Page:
The number of fixed subscriptions has developed steadily in 2015

There were a total of 1.73 million fixed network broadband subscriptions at the end of 2015. Compared with the year before, the figure fell by approximately 2 per cent.

Of these subscriptions, 86 per cent were used by households and 14 per cent by corporate customers. As the number of subscriptions has not increased significantly in recent years, the current number of fixed broadband subscriptions can be regarded as fairly stable. At the same time, the number of mobile subscriptions used for data transfers only has increased, with there already being more than two million subscriptions in total. In fact, some Finnish people are using their mobile broadband subscription for data transfers only.


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Figure: The number of fixed broadband subscriptions

Fixed broadband subscription technologies have become more modern in recent years. At the end of 2015, slower DSL subscriptions made up 37 per cent of all fixed network subscriptions. Faster VDSL subscriptions based mainly on optical fibre connections represented 12 per cent of all subscriptions.

Ethernet subscriptions where optical fibre extends at least to the boundary of the premises accounted for 21 per cent of all subscriptions. In addition, modern DOCSIS 3 subscriptions in the cable network made up 19 per cent, and FTTH subscriptions based on optical fibre only accounted for 5 per cent of all fixed broadband subscriptions at the end of the year.

Even though the number of fixed network broadband subscriptions has remained fairly unchanged, changes, even significant ones, are continuously taking place in connection technologies and speeds. The number of subscriptions based wholly or partly on optical fibre has increased steadily in recent years. At the same time, the number of DSL subscriptions based on telephone connections in the old copper network is decreasing.

Even though the number of high-speed VDSL subscriptions increased by nearly one third in 2015, the number of other DSL subscriptions decreased much more notably. Compared with the situation four years ago, the number of these types of DSL subscriptions has nearly halved.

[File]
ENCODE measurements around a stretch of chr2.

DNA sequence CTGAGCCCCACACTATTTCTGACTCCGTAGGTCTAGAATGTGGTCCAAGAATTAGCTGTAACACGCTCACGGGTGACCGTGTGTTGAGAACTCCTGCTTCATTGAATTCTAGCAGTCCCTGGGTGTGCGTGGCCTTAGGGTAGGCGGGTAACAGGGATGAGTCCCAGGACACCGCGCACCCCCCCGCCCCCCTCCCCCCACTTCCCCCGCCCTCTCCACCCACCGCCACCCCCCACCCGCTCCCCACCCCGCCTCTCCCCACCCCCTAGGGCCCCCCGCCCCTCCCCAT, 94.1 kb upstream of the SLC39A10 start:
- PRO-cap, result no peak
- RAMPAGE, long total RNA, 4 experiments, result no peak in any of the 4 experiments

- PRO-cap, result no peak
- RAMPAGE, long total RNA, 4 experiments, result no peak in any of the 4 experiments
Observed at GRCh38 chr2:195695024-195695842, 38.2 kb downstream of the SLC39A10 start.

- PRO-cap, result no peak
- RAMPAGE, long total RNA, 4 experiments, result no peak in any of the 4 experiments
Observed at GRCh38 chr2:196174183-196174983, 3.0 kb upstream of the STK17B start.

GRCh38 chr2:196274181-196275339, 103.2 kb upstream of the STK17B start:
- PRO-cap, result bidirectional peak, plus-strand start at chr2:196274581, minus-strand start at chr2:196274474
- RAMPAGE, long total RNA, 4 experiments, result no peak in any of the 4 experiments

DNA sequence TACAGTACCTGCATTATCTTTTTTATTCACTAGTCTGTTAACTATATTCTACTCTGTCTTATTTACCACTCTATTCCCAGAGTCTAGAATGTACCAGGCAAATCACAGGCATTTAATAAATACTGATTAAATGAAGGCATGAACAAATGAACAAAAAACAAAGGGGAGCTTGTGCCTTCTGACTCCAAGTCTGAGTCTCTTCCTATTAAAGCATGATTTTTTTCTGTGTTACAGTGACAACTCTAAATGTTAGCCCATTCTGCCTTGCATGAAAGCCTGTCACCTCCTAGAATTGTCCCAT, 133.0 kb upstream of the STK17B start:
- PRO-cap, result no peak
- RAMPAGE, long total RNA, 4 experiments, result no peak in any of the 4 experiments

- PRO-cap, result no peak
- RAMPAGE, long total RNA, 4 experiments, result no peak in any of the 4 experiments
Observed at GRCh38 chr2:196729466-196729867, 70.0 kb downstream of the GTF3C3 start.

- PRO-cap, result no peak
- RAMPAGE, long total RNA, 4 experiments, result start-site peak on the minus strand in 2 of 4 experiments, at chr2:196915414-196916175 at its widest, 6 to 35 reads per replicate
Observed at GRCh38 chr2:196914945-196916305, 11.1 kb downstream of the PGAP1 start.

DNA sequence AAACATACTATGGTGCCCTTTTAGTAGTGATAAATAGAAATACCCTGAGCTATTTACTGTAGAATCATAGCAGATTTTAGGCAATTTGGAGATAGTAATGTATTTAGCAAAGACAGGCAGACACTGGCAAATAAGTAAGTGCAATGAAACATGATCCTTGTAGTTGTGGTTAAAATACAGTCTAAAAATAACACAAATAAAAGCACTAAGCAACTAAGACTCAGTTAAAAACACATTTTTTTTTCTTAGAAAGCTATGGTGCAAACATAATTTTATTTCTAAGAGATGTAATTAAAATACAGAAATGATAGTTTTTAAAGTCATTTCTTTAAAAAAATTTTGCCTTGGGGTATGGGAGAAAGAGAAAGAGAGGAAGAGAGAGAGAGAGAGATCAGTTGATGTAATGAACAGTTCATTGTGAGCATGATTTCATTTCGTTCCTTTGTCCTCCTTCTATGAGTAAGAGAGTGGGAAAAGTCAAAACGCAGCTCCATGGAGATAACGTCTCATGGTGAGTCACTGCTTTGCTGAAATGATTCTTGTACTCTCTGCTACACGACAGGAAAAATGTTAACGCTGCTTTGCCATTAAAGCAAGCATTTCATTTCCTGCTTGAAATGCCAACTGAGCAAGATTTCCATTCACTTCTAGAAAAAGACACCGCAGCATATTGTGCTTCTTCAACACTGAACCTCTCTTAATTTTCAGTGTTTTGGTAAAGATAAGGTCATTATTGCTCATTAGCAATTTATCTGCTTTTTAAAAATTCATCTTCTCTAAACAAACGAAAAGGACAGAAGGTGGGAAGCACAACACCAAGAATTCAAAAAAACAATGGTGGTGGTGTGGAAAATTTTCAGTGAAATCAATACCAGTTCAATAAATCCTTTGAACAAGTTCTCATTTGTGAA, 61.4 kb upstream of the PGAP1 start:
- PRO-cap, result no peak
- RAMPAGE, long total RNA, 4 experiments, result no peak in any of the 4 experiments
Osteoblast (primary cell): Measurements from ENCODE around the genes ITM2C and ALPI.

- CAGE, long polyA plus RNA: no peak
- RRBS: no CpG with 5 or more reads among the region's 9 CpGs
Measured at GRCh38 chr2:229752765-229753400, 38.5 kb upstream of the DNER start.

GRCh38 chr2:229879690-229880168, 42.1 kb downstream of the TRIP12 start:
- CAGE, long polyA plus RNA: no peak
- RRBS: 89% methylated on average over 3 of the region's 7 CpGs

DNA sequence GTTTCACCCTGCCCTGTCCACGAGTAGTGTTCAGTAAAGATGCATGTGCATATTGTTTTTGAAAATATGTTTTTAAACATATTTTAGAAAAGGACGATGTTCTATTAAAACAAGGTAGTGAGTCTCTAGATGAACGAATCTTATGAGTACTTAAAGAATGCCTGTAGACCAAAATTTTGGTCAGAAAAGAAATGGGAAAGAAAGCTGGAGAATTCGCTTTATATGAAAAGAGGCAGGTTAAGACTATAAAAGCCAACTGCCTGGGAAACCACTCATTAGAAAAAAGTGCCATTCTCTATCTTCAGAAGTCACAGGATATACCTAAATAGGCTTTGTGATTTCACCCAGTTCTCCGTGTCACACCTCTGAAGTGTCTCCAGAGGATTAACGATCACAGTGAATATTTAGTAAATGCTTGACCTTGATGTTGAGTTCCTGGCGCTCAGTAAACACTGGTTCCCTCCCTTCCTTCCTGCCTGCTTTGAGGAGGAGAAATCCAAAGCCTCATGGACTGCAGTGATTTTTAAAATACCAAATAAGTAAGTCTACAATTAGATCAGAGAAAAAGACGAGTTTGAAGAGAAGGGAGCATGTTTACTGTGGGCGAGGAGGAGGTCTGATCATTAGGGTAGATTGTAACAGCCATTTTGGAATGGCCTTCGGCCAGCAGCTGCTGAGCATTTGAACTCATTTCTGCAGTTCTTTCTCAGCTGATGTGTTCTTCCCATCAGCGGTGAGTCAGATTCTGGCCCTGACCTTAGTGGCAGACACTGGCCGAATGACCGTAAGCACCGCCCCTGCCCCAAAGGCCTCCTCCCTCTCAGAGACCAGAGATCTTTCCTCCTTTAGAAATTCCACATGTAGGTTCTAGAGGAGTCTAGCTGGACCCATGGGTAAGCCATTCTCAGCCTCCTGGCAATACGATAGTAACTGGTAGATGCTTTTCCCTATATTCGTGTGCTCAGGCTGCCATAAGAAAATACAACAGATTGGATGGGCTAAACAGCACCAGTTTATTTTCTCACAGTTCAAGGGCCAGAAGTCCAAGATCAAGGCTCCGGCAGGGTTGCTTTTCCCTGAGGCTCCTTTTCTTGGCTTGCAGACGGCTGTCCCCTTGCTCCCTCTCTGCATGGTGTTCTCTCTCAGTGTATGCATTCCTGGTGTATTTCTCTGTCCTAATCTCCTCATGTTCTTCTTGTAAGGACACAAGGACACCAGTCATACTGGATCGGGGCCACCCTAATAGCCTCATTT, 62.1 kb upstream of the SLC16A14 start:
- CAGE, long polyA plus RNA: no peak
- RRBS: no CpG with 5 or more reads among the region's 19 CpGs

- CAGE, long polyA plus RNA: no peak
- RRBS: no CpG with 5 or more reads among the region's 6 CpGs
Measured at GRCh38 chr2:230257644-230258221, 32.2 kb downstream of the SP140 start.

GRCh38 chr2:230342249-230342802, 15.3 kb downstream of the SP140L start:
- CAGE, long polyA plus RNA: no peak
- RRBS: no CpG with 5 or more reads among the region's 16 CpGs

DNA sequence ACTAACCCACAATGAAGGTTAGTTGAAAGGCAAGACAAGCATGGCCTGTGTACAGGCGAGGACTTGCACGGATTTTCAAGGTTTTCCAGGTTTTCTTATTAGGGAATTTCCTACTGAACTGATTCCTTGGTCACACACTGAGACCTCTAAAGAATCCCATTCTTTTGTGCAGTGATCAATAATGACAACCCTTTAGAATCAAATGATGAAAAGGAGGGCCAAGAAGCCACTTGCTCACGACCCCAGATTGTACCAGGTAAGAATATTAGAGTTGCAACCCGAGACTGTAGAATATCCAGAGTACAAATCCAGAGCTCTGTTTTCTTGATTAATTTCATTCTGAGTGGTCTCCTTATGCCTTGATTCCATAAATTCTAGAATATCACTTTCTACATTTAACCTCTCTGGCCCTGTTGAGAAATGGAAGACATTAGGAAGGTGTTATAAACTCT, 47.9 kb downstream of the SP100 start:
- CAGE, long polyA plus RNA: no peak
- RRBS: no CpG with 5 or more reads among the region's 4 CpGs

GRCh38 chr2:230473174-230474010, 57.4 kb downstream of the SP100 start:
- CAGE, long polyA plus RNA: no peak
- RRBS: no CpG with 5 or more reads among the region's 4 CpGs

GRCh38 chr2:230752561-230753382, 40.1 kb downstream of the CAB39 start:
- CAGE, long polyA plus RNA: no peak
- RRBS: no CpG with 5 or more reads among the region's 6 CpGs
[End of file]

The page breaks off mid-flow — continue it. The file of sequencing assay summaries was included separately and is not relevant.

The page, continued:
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Figure: Fixed broadband subscriptions by connection technology

One of the most significant changes in fixed broadband technologies during 2015 was the relative growth in FTTH subscriptions. Even though the total number of these subscriptions is still fairly small, their number increased by 20,000 subscriptions during the year. This means an increase of one third compared with the situation in the year before as there were 82,000 FTTH subscriptions at the end of the year.

Even though the number of FTTH subscriptions built with optical fibre that extends all the way to the user is still relatively small, up to 24 per cent of all fixed broadband subscriptions, however, offered speeds of at least 100 Mbps. This situation, together with the number of Ethernet and VDSL subscriptions, shows that optical fibre connections extend to hundreds of thousands of Finnish people, albeit not all the way to the indoor socket.

During 2015, the number of subscriptions of more than 100 Mbps increased by more than 60,000 subscriptions. At the same time, the number of subscriptions of 2–10 Mbps decreased roughly by the same number. However, the total number of subscriptions has remained fairly unchanged, meaning that operators are upgrading their customers’ subscriptions to offer higher speeds, while customers are acquiring faster and faster subscriptions.

At the end of 2015, of all fixed broadband subscriptions:

  • 24 per cent offered speeds of at least 100 Mbps
  • 32 per cent offered speeds of at least 30 Mbps
  • 77 per cent offered speeds of at least 10 Mbps.


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Figure: Fixed broadband subscriptions by connection speed

The number of fixed telephone subscriptions continued to decrease

In recent years, the number of fixed telephone subscriptions has decreased steadily. At the end of 2015, there were only 540,000 landline telephone subscriptions, which is 100,000 subscriptions fewer than in the year before. Of these subscriptions, 55 per cent were used by companies and 45 per cent by household customers. The proportion of corporate customers among the total number of subscriptions is increasing annually. The number of subscriptions among both customer groups is decreasing, but household customers are cancelling their landline telephone subscriptions at a faster pace than corporate customers.

Of all fixed telephone subscriptions, there were more than 16,000 VoIP telephone subscriptions operating with a broadband connection at the end of the year. While this figure increased by 28 per cent during the year, VoIP subscriptions still represent a marginal phenomenon in Finland. For example, the number of VoIP subscriptions in other Nordic countries is many times more than in Finland. This difference can partly be explained by differing productisation because subscription packages compiled of fixed network services are much more common elsewhere in Europe.

This article is a part of FICORA's Communications Sector Review 1/2016.


Key words: Internet, Broadband, Subscription, Articles, Reviews, Statistics


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